Saturday , January 20 2018
Home / News / Culture / Arts / “Alex” – the Animated Story to Crush Negative Stereotypes About Greece

“Alex” – the Animated Story to Crush Negative Stereotypes About Greece

As Greece still struggles with an international image crisis, a group of young Greeks created an animation video for one purpose: “to show the world the untold side of the Greek crisis, and crush the negative stereotypes of our country.” According to creators, the symbolic figure of “Alex” is based on the story one hears, here and there. With lots of irony…

embedded by Embedded Video

YouTube Direkt

Created by


Check Also

Phylax: With holy water and hymns religious fanatics exorcise art in Athens

With holy water and prayers religious fanatics exorcised the art, the statue of provocative red …


  1. Excellent!

  2. Unless we can prove otherwise

    Let’s see what they come up with. I just hope it’s substantial and not some kind of PR-fudge aimed at a perceived general opinion abroad. Until today, on a person to person level, I have heard these stereotypes more from Greeks than from foreigners.

  3. Very Clever. However, for me,most Greeks are as Alex is described. I have lived with them for twenty eight years and I can count on one hand the Greeks that I have come across who are decent, law abiding and honest. I am expressing a personal opinion. I speak fluent Greek, read and write it. My children went to Greek school, did their army service but it makes not an iota of difference to their attitude to foreigners.
    I wish I had something nice to say about them as a race but I can think of nothing.

  4. Susan, may I ask if you are discriminated by Greek people? The reason I ask is that there is a phenomena whereas when people in a country (Greece) feel discriminated against by the host country citizens, it is more easier to find the fault with them than the good. I know, as I used to also feel the same way. But, Susan, I don’t want to put you down, but can I please ask you to think harder. There must be some Greek friends that you truly enjoy? I would recommend focusing on them, and only them and ignore the other jerks.

    I would say that 1/2 of the Greeks are as you say, but the other half are gracious, kind, and truly great people. Those are the ones I focus on.

    And finally, may I ask you to join an expat group, there are many, and this will keep you connected to your homeland, and when you get frustrated by the locals, you can vent with them, and that way when you deal with Greeks, you won’t vent, because this can also be a reason why you feel the way you do. If you are negative to them, it’s easier for them to be negative to you.

    I’ve been where you have been, and have been in Greece 40 years.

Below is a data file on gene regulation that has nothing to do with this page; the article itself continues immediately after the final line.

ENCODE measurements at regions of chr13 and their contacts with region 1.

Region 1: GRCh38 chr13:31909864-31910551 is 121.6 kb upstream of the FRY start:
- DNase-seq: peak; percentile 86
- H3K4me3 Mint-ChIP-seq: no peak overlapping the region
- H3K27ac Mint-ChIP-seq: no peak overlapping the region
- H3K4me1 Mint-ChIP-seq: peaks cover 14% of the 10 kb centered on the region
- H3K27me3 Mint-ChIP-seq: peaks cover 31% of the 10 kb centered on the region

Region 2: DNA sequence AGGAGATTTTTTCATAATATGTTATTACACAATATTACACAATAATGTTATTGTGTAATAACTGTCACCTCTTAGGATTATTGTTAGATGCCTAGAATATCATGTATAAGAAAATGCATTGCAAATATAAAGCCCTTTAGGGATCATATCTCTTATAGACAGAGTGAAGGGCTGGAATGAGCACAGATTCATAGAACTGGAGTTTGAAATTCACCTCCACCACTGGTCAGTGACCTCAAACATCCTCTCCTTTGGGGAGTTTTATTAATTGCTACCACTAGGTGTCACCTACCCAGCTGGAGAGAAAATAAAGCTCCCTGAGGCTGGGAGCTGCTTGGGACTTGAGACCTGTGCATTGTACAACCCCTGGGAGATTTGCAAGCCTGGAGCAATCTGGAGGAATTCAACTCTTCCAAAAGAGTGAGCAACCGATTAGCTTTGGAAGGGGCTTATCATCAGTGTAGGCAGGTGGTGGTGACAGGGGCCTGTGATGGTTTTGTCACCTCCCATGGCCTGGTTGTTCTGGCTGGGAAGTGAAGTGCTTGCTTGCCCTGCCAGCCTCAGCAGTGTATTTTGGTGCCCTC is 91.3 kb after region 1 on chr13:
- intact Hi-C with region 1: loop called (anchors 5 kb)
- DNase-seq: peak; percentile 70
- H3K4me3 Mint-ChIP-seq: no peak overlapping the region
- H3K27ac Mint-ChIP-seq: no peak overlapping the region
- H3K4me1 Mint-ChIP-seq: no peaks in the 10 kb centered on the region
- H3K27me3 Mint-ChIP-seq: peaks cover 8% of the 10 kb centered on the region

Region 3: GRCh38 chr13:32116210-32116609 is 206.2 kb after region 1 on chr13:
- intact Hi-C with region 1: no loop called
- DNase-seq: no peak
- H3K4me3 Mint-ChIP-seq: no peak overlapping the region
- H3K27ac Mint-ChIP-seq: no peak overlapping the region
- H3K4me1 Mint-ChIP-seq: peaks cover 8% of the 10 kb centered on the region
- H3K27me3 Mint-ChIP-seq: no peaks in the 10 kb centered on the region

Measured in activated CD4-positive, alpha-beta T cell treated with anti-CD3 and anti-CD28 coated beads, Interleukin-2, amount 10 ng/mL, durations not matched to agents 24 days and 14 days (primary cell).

God bless, and take care

  5. I have lived on all but 1 continent, I have lived and worked in most European countries, I have spend years in the Middle East, and I have children who hold 6 different nationalities because of my rather bohemian life style. The last thing anybody wants to do is join an “Expat group”. They all start with the best of intentions, but the result is always to same, isolation instead of integration. And they all become nothing short of bitching platforms for blaming locals for not living up to the “expats” expatations and experiences, usually based on lifestyle and climate thousands of miles away.
    Simply stop looking at people as nationalities or ethnic groups, and start seeing them for what they are, just people, warts and all. Don’t expect anything, for the simple act of expectations always results in disappointment. You’ll never be disappointed, only nicely surprised when nice things happen.
    I would really like to know what you base your statistic of 50/50 good – bad Greeks on. Smells a bit like the same logic as all immigrants are f***h, just a little less extreme.

  6. come on, 50-50 is metaphorically speaking. There is never a 100% in any society.

  7. What I am trying to say is that the over simplistic good/bad division is in the vast majority of cases based on expactation rather than fact. You simply cannot go into a place with preconceived expectations and then declare those who don’t live up to your expectations as bad, or lazy, or drunkards, or… Its those preconceived expectations that lead to the stereotyping expressed in the other comments, and rightfully tackled by the little animation. That does not mean that all Greeks or Irish or whatever are angels. It does mean they are people instead of somebody’s idea of what people should be.
    A very simple example of this is an experience I had many years ago in London when I was refused a job for which I was (still am) fully qualitified and had demonstated my ability to do what needed doing to the satisfaction of the people I would end up working with. In the end, I was refused the job because of my accent. Reason? Everybody who talks like you drink too much…

  8. Thanks soooo much for understanding! You are very kind. I will try to do as u say.
    God Bless u too.